Top of Mind: Charlie Baker

Will he or won’t he? We’ve been here with Charlie Baker before: when Baker, at the time a highly regarded Weld aide, mighta-shoulda-wasn’t Paul Cellucci’s running mate in 1998; when he flirted with a gubernatorial bid in 2006. Now Baker is again weighing a campaign for governor, and it looks as if it could be a go—unless he opts to pass, again. Meanwhile, he’s contending with the crossfire from the state’s warring hospitals, as well as the simmering federal healthcare debate, which could dramatically shift the terrain for insurance companies like his. It’s all a lot to mull, and Baker says he’ll reveal his 2010 plans soon. (But not so soon as this month.)

 

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Here are some of the best quotes pulled from his interview with Boston editor James Burnett. 

Since you have this on (gestures at recorder], I’m going to give you a long answer.

I said from the beginning that I thought the test for our state’s healthcare reform over the long term would not be whether we could get people enrolled. It would be whether we could sustain the costs. That’s the $64,000 question, probably more like the $64 million question, and on that one we still have our work cut out for us, bigtime.

I think we insurers for the most part are always going to have a certain amount of negativity attached to us. We’re the ones who are told to fit 50 pounds of stuff into a 20-pound bag. We’re the ones who are supposed to make sense of patient demand, new technologies, new capabilities, government underfunding, and employer expectations. You put that all together and it’s a big, hairy ball of twine. Being the “bad guy,” if you want to put it like that, is almost unavoidable.

I get enough positivity from our customers that I don’t have any trouble getting out of bed in the morning. There are a lot of people who depend on us, and I think we deliver on that, day in and day out. I feel okay about our place.

The big problem with healthcare reform has always been—and this is true whether you come at it from the right or the left—that your preferred alternative to getting what you want is the status quo. So unless you’re getting exactly what you’re looking for out of reform, most people fall back on the status quo, the devil they know, as their second choice. That’s made it really hard.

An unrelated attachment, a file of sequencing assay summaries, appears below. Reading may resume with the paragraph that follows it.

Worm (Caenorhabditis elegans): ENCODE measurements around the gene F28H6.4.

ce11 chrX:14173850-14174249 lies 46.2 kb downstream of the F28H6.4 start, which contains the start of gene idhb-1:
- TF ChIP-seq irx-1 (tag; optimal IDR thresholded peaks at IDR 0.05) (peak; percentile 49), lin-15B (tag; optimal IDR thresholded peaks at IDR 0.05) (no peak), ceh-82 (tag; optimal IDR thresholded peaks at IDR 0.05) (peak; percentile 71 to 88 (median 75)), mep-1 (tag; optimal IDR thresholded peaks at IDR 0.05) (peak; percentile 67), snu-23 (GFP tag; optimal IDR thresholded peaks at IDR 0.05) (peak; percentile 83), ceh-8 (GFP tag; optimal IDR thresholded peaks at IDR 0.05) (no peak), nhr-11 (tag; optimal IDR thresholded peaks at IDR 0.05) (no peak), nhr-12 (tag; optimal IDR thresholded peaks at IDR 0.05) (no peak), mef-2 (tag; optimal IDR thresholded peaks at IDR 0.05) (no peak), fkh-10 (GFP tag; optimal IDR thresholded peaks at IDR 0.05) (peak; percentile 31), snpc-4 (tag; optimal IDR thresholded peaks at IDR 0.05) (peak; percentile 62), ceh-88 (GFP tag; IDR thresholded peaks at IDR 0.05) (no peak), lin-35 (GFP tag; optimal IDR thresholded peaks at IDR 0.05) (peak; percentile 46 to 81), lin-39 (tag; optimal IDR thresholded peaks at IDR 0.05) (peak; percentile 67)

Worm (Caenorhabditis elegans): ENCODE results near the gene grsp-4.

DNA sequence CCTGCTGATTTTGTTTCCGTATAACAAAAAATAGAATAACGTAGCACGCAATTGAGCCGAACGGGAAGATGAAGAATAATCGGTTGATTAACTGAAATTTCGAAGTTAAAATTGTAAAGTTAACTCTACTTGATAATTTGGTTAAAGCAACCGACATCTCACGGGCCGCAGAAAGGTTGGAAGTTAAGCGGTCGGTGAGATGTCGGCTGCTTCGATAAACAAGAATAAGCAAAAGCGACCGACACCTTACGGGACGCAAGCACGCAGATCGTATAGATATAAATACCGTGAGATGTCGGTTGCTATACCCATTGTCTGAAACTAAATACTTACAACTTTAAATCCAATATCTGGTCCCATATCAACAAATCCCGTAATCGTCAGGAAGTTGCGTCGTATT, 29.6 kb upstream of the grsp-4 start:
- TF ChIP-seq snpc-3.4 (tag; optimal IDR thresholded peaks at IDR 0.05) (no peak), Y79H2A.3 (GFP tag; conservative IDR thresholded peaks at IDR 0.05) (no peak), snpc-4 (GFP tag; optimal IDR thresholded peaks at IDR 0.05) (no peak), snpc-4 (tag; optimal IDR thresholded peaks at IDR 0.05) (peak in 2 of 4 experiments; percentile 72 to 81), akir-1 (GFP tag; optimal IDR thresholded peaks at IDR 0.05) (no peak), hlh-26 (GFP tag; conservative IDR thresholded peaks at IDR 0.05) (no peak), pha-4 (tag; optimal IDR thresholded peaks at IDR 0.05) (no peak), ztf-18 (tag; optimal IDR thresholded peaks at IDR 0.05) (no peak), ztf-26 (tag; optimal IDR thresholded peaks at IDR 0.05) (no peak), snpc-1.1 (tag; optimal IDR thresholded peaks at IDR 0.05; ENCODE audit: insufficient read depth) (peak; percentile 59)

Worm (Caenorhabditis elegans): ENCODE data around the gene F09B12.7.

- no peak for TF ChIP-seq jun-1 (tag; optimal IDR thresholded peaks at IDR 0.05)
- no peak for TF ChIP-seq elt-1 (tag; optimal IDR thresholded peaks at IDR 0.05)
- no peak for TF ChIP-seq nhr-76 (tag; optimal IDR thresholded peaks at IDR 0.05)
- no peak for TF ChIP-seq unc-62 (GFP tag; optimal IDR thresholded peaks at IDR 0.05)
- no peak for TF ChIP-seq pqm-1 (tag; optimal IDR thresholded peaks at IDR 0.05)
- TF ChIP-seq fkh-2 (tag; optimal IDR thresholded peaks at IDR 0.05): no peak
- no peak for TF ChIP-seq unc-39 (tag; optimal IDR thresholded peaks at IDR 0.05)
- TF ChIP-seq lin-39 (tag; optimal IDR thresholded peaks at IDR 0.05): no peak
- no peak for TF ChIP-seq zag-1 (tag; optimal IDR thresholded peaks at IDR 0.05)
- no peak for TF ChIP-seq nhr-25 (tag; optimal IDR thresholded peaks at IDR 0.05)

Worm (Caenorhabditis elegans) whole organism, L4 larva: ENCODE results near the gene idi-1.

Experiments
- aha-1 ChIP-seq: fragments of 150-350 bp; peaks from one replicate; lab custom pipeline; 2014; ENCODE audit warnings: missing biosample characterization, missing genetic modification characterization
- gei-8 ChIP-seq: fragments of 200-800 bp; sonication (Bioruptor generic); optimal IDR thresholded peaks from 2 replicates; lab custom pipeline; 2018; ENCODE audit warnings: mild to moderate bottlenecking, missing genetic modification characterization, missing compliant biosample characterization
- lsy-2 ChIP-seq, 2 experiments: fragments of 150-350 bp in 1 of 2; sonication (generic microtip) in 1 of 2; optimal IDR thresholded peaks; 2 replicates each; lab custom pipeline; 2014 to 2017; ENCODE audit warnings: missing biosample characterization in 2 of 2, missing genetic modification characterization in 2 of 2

There’s a growing consensus in Washington that doing nothing is simply not financially sustainable. And so the devil they don’t know, warts and all, is finally looking like a more viable alternative than the devil they do. That’s going to lead to a much more intense and meaningful conversation than the ones we’ve had previously.

Now, that’s kind of the optimistic view. The pessimist in me thinks we’ll do a whole lot of things that just sort of push the problem off, and actually make it worse down the road. And, you know, it’s anybody’s guess as to which we end up with.

My wife and I have been Harvard Vanguard patients since we were first married. My doctor is at the Kenmore center and hers is at Post Office Square. That’s not an impertinent thing to ask.

This may disappoint you, but I tend not to read everything in the news exactly as it gets printed, because you just never know the context of a lot of these conversations.

I just finished reading A Prayer for the City, which is this unbelievably cool book about Ed Rendell’s first term as mayor of Philadelphia. This guy was viewed as basically done in electoral politics when he decided to get into the mayoral race back in the late ’80s. Honest to God, it’s one of those books, if you pick it up and start it, don’t plan to put it down, because it’s beautifully written.

Is it now or never for me? I don’t think so. Let’s put it this way: I cannot think of an industry in which more people have been down, out, gone, and then come back and succeeded than politics.

The question I’ve always struggled with is, Can I bring something to the table? Before you even get to could you actually win, you gotta start with whether you think you could actually get anything done. And in some ways, that’s a hard question to answer. Because it’s not obvious. It’s not clear.

I’m a talk-to-a-lot-of-people-and-then-go-with-my-gut person.

Read an extended version of our interview with Charlie Baker.

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